“I wanted to make Beverly Hills Chihuahua because I thought it had a really positive message, like how we judge people before we know them, and how we judge cultures before we’ve lived in them,” says producer David Hoberman of Mandeville Films. And since it is predicted that Latinos will in a couple of decades be the majority of folks who call themselves Americans, Mr. Hoberman makes a good judgment. The faces of America are changing and so films need to reflect our diversity.
The movie in question, Beverly Hills Chihuahua, concerns Chloe, a pampered pouch that gets lost south of the border and learns some life lessons while she tries to get home. After telling my fellow critics I was off to L.A. for its press junket I was met with scoffs and assumptions that I had lost a bet. I wondered myself if I could find something of substance in a film with the fluffy title Beverly Hills Chihuahua that would persuade editors to pay me for my critical assessment. If you’re reading this, well I guess those editors bought my pitch.
Make no mistake, it is fluff. Fluffy fluff. It is, however, the kind of fluff that entertains and teaches an often overlooked audience – the wee ones. Writers Analisa LaBianco and Jeff Bushell have penned a script that registers with little kids trying to cope with the bigness of the world. What’s more, the screenwriters do so while showcasing dogs of all breeds. In other words, their film embraces all races and shows the wonder of different ethnicities and cultures. Sounds pretty good to me.
Ms. LaBianco says, “The theme is that we are all more than what we appear to be. There’s something universal to the story. In therapy, doctors use puppets to talk to kids, ‘Here’s your stuffed animal, so tell him what’s wrong.’ I think the reason kids are responding so well to screenings, is because they identify with the little dog. They’re little too.”
Adds Mr. Bushell, “When you’re a kid, things are ominous and scary. That’s part of Chloe’s journey. She doesn’t feel like she has any power. And then she learns from these mystical wild Chihuahuas that she actually has this big bark and can be a presence. And that for kids is hugely relatable. Because they are smaller.”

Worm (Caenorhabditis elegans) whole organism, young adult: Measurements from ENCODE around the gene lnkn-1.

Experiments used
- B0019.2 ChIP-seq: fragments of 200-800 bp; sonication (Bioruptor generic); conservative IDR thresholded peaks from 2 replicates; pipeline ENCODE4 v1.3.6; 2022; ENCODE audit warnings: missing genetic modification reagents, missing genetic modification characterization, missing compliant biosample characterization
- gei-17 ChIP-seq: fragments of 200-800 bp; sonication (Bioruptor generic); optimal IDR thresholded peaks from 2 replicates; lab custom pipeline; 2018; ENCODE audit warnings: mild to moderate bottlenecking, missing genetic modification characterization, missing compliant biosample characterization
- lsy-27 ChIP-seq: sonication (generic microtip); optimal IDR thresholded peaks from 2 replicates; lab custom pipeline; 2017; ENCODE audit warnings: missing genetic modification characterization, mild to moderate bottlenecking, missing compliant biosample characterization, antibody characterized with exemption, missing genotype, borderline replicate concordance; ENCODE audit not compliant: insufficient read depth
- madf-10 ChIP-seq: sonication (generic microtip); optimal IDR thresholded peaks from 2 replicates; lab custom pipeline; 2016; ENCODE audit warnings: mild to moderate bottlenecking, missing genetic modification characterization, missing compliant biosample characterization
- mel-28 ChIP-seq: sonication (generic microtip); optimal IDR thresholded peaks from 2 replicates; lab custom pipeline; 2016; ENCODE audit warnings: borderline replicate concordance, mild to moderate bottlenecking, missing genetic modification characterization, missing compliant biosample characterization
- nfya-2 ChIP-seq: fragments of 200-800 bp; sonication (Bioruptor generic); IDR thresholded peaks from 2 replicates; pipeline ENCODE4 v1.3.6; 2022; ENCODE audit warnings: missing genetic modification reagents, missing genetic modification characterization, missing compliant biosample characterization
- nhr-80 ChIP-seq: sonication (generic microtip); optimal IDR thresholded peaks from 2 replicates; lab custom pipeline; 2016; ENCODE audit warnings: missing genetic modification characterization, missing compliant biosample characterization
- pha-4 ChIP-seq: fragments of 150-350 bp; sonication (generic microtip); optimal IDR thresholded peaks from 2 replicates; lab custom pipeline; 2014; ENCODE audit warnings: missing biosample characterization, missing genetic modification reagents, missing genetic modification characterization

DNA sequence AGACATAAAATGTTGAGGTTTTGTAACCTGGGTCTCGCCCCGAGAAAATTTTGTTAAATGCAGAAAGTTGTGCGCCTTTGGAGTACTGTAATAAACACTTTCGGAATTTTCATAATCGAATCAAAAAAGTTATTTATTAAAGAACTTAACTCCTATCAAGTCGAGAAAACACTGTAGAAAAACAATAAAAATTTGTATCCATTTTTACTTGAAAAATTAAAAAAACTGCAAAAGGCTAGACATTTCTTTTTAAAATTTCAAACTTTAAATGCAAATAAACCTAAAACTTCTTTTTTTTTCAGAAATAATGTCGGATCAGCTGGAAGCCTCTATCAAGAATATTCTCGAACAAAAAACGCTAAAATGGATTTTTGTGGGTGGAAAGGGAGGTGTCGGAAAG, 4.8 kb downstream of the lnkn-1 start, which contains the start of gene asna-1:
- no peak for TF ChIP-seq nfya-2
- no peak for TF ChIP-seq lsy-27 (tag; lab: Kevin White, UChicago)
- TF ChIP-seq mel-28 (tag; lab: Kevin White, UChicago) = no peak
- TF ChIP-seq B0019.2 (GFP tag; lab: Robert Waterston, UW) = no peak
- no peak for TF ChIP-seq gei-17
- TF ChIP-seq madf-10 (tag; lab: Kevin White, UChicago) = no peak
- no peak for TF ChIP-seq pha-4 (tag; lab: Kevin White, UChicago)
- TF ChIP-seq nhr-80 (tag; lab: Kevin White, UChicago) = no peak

Actors Drew Barrymore, Andy Garcia, Piper Perabo and Jamie Lee Curtis were drawn to the project because it was loaded with assertive teachings such as finding your voice (learning to make yourself heard), caring for others, and sacrificing your wants for the needs of others.
Manolo Cardona, who plays the male human lead, loves the film’s Disney classic theme. “The trainer found Papi at the pound and literally saved him from being put down the following day. And now he’s the star of the movie. And he lives on a ranch. It shows that anything can happen, if you believe.”
And George Lopez, who plays Papi, a Chihuahua from the other side of the tracks and the adorer of our canine heroine, was thrilled to be associated with a film that presented positive images of Latin life. “In any culture, the further generation’s get away from their heritage, the less people want to know about their grandparents’ stories and even the language. I have a daughter who is 12 and she doesn’t speak Spanish and I don’t know how we let that happen. But we’re going to try to correct it. She loved the movie and I think in talking to her we have a reference point about the importance to remain culturally aware. You don’t have to walk around with a flag, but knowing where you came from is important,” says Mr. Lopez.
“It’s a great Disney movie because of the themes of tolerance, self-worth, and finding who you really are inside,” producer Hoberman concludes. Or as Papi asserts, “We’re Mexican, not Mexican’t.”
Read Phil's complete review of Beverly Hills Chihuahua HERE.